Ron [Ron Fournier, Associated Press].
Q. Thank you, sir. On the same topic——
President Bush. There’s other people up here, you know?
Q. I actually have a question for two
Presidents. President Bush. That’s good. [Laughter]
Kyoto Protocol on Climate Change
Q. First to you. Not a single European Union nation has ratified the Kyoto treaty, which was signed when many of your counterparts were in office. Yet, you’ve been criticized by these same leaders for rejecting it. Why do you suppose their actions have not been as forceful as their rhetoric? And President Prodi, why haven’t any EU nations ratified the treaty?
President Bush. I don’t have much more to add to the subject. I think that’s a good question for President Prodi. I believe people are genuine about the issue. I don’t believe there’s any politics, necessarily. I think people are genuinely concerned and are trying to address the issue as best as they possibly can. And—but I would be interested in your answer.
President Prodi. There is no one single country who has declared not to ratify it. The ratification process will start soon, and it started already in some countries. It’s going on, and there is no one message, until now, of refusal or delay of ratification.
Future U.S.-EU Relations
Q. Mr. President Bush, how do you really look upon a stronger, more united European Union with the ambition of being the number one economy in the world? Do you see this as a threat to the U.S.? And will this lead to that U.S. will decrease its engagement in Europe in the future?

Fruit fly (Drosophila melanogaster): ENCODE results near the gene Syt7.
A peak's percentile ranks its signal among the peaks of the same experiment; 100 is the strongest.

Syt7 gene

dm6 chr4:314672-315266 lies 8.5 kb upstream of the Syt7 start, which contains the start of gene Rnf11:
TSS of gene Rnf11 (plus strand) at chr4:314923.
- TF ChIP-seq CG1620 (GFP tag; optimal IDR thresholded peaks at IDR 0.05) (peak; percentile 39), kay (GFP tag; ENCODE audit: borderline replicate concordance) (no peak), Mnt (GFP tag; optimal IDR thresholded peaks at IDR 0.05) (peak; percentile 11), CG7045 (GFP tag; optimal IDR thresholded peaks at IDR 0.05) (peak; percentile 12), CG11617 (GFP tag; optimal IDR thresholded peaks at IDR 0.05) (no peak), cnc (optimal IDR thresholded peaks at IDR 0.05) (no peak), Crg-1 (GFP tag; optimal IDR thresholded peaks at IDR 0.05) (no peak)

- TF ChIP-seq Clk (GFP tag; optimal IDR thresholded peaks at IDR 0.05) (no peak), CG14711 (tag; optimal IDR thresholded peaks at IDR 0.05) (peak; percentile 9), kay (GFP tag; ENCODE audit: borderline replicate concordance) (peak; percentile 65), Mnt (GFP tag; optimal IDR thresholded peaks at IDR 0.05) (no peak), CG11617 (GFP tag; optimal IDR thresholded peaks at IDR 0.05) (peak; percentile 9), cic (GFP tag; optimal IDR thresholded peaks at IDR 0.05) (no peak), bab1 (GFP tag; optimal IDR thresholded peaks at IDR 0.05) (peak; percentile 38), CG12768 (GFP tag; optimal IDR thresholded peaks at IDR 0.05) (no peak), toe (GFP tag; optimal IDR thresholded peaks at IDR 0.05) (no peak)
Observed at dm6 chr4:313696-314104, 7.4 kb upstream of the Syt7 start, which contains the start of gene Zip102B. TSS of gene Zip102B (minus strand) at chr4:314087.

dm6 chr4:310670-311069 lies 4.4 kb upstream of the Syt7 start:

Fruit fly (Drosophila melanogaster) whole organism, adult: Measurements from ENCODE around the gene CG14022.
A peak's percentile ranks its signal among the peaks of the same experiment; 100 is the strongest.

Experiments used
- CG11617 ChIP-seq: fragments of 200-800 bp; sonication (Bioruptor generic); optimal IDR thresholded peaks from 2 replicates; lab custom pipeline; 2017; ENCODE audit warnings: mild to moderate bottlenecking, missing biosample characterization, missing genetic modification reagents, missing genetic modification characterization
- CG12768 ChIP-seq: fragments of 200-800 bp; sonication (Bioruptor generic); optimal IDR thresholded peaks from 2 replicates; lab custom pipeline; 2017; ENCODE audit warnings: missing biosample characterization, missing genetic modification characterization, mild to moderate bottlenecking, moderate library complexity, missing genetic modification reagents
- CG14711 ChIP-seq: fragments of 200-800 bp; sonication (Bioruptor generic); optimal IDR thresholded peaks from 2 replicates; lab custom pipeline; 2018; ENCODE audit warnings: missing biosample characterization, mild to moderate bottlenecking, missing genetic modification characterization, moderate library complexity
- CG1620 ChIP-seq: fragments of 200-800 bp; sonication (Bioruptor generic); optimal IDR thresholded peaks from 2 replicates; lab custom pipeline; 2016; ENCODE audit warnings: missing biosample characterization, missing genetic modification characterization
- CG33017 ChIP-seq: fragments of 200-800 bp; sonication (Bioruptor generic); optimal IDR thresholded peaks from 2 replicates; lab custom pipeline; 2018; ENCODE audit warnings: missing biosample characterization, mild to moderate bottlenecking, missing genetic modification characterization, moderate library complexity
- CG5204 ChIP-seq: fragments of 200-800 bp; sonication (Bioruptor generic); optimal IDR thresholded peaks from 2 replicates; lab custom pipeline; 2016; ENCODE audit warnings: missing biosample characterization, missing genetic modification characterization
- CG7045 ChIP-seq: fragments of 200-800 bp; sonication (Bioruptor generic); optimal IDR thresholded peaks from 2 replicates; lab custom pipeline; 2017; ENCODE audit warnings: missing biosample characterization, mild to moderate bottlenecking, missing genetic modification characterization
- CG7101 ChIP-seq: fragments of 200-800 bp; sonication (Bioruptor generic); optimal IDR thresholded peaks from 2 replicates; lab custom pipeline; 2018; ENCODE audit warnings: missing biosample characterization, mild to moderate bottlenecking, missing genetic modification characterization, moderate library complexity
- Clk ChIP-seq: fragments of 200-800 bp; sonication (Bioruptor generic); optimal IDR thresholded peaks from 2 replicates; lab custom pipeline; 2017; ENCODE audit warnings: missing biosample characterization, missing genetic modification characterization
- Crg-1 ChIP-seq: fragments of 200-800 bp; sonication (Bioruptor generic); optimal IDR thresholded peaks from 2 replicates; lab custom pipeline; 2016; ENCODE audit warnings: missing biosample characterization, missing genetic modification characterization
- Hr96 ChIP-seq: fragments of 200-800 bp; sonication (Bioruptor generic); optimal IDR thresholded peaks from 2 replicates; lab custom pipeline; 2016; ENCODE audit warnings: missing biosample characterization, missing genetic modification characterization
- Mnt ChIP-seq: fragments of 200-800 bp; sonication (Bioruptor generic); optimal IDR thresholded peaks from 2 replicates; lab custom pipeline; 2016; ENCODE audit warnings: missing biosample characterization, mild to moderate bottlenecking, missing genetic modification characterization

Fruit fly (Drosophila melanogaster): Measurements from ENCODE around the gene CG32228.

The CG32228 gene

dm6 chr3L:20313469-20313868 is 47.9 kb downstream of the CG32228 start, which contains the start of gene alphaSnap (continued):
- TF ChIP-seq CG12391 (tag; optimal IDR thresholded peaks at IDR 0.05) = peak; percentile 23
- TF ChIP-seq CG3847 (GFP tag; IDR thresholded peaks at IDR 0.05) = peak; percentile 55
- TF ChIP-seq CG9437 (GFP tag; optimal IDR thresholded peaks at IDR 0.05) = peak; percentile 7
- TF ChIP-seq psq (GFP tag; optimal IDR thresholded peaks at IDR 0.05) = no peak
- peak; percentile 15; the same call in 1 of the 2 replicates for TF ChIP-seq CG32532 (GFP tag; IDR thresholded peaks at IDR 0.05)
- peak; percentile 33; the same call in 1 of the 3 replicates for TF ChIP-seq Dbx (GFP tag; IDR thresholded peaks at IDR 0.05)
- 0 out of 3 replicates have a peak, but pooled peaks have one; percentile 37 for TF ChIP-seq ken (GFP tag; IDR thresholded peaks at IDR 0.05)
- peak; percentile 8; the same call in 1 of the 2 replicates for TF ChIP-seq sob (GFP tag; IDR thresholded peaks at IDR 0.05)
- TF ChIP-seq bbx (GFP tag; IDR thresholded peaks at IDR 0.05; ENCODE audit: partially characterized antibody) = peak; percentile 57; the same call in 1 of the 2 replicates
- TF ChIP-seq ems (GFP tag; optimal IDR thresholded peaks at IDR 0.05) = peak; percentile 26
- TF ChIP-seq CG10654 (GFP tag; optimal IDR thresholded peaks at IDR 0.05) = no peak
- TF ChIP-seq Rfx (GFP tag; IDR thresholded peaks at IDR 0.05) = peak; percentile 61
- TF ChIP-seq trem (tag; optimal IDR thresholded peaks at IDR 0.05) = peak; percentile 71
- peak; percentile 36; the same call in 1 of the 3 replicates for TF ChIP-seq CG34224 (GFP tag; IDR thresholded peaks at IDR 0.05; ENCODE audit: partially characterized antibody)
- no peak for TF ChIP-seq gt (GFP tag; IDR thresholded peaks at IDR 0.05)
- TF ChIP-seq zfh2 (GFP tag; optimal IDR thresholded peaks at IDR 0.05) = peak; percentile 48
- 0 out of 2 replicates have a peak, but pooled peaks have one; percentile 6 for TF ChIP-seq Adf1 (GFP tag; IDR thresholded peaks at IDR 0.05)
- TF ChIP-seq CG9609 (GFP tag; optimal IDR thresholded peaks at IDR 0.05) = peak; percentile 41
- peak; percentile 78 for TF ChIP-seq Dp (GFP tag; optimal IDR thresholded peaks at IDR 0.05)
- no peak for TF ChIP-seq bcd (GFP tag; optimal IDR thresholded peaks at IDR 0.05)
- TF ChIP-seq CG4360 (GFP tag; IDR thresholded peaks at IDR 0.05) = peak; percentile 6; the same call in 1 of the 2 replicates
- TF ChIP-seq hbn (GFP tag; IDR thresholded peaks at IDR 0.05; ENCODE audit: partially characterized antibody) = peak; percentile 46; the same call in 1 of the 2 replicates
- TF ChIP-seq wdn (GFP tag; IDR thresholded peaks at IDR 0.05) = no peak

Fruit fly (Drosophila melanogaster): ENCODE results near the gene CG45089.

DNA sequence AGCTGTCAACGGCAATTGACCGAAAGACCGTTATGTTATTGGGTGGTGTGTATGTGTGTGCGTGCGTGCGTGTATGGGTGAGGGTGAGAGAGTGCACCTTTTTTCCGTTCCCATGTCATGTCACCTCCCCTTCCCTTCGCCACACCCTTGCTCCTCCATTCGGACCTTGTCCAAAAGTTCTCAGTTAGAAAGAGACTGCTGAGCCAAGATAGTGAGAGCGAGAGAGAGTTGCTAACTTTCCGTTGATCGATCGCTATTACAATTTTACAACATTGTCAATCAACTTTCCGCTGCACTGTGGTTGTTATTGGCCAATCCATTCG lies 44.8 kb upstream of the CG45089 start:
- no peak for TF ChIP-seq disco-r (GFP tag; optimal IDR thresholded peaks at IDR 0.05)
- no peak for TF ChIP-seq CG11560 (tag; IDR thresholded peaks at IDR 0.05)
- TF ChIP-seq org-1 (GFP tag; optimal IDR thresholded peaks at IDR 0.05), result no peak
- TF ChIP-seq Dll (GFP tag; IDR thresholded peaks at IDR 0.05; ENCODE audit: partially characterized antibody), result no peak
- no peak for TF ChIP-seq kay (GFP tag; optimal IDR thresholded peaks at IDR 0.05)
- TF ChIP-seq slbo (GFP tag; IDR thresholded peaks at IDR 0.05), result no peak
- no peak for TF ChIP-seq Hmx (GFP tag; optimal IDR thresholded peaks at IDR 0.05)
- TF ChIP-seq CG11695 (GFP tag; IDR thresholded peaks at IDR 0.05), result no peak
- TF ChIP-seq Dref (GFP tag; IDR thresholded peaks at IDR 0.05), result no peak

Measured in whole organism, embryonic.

President Bush. I appreciate good competition. I believe competition brings out the best in nations and people and entities. And our Nation welcomes good, healthy competition. Secondly, I don’t view European Union and its consolidation as a zerosum game for the United States. I believe the stronger Europe is, the better it is off for America. The more peaceful Europe is, the better it is for America.
I am concerned about isolationism and protectionism, not only amongst some voices in Europe but also in my own country. And I think that we’ve got to do everything we can to unite to promote free trade, not only free trade for the benefit of our own people but free trade for the benefit of developing nations, as well.
We spent a lot of time talking about Africa, as we should. Africa is a nation that suffers from incredible disease, and it suffers from poverty, as well. And my way of thinking is, the only way for Africa to grow and to develop and to provide hope and opportunity for its citizens is for there to be trade between the United States and Africa, between the EU and Africa.
And so I view a strong EU as good for the world, and I welcome a strong EU. My trip here was to send that signal as loud as I can that we will remain engaged with the EU and with NATO, that we respect the EU and NATO, and we understand it’s importance to the future of our country.